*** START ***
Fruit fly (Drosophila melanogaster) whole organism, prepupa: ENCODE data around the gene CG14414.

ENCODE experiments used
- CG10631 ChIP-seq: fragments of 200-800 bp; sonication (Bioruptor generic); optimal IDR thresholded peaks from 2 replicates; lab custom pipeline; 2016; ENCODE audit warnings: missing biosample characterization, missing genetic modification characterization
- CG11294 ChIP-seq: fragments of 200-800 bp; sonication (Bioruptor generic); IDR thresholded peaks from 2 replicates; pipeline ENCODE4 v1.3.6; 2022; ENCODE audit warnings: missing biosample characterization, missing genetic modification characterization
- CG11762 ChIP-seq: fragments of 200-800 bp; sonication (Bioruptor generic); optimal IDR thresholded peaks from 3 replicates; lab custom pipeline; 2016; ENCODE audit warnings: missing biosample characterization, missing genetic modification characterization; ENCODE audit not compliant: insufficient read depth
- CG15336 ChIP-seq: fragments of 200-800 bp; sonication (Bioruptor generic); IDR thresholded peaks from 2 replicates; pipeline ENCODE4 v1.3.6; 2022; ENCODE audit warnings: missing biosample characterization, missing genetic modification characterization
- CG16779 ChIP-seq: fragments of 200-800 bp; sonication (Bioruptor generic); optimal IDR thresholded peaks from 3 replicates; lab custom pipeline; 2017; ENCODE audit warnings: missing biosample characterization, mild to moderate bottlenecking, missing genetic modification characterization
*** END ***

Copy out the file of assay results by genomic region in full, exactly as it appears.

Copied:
Fruit fly (Drosophila melanogaster) whole organism, prepupa: ENCODE data around the gene CG14414.

ENCODE experiments used
- CG10631 ChIP-seq: fragments of 200-800 bp; sonication (Bioruptor generic); optimal IDR thresholded peaks from 2 replicates; lab custom pipeline; 2016; ENCODE audit warnings: missing biosample characterization, missing genetic modification characterization
- CG11294 ChIP-seq: fragments of 200-800 bp; sonication (Bioruptor generic); IDR thresholded peaks from 2 replicates; pipeline ENCODE4 v1.3.6; 2022; ENCODE audit warnings: missing biosample characterization, missing genetic modification characterization
- CG11762 ChIP-seq: fragments of 200-800 bp; sonication (Bioruptor generic); optimal IDR thresholded peaks from 3 replicates; lab custom pipeline; 2016; ENCODE audit warnings: missing biosample characterization, missing genetic modification characterization; ENCODE audit not compliant: insufficient read depth
- CG15336 ChIP-seq: fragments of 200-800 bp; sonication (Bioruptor generic); IDR thresholded peaks from 2 replicates; pipeline ENCODE4 v1.3.6; 2022; ENCODE audit warnings: missing biosample characterization, missing genetic modification characterization
- CG16779 ChIP-seq: fragments of 200-800 bp; sonication (Bioruptor generic); optimal IDR thresholded peaks from 3 replicates; lab custom pipeline; 2017; ENCODE audit warnings: missing biosample characterization, mild to moderate bottlenecking, missing genetic modification characterization